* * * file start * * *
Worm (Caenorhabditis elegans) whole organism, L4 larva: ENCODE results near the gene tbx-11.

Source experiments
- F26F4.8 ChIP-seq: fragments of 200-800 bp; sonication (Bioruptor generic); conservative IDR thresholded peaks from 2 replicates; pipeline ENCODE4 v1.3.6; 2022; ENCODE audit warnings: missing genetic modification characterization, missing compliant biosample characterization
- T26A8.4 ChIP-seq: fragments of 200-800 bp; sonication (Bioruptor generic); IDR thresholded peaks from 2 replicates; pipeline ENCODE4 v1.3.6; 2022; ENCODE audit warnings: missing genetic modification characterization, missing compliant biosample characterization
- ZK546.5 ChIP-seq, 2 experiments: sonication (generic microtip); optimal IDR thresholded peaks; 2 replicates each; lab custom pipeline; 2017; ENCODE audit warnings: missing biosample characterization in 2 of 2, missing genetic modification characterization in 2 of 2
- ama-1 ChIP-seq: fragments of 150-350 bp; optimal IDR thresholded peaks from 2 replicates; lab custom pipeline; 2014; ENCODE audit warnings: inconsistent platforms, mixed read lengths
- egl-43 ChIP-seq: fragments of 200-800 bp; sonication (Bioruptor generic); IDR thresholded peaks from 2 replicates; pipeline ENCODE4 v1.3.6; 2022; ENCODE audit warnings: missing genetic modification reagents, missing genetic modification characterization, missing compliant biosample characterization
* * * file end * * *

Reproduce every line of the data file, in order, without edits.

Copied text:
Worm (Caenorhabditis elegans) whole organism, L4 larva: ENCODE results near the gene tbx-11.

Source experiments
- F26F4.8 ChIP-seq: fragments of 200-800 bp; sonication (Bioruptor generic); conservative IDR thresholded peaks from 2 replicates; pipeline ENCODE4 v1.3.6; 2022; ENCODE audit warnings: missing genetic modification characterization, missing compliant biosample characterization
- T26A8.4 ChIP-seq: fragments of 200-800 bp; sonication (Bioruptor generic); IDR thresholded peaks from 2 replicates; pipeline ENCODE4 v1.3.6; 2022; ENCODE audit warnings: missing genetic modification characterization, missing compliant biosample characterization
- ZK546.5 ChIP-seq, 2 experiments: sonication (generic microtip); optimal IDR thresholded peaks; 2 replicates each; lab custom pipeline; 2017; ENCODE audit warnings: missing biosample characterization in 2 of 2, missing genetic modification characterization in 2 of 2
- ama-1 ChIP-seq: fragments of 150-350 bp; optimal IDR thresholded peaks from 2 replicates; lab custom pipeline; 2014; ENCODE audit warnings: inconsistent platforms, mixed read lengths
- egl-43 ChIP-seq: fragments of 200-800 bp; sonication (Bioruptor generic); IDR thresholded peaks from 2 replicates; pipeline ENCODE4 v1.3.6; 2022; ENCODE audit warnings: missing genetic modification reagents, missing genetic modification characterization, missing compliant biosample characterization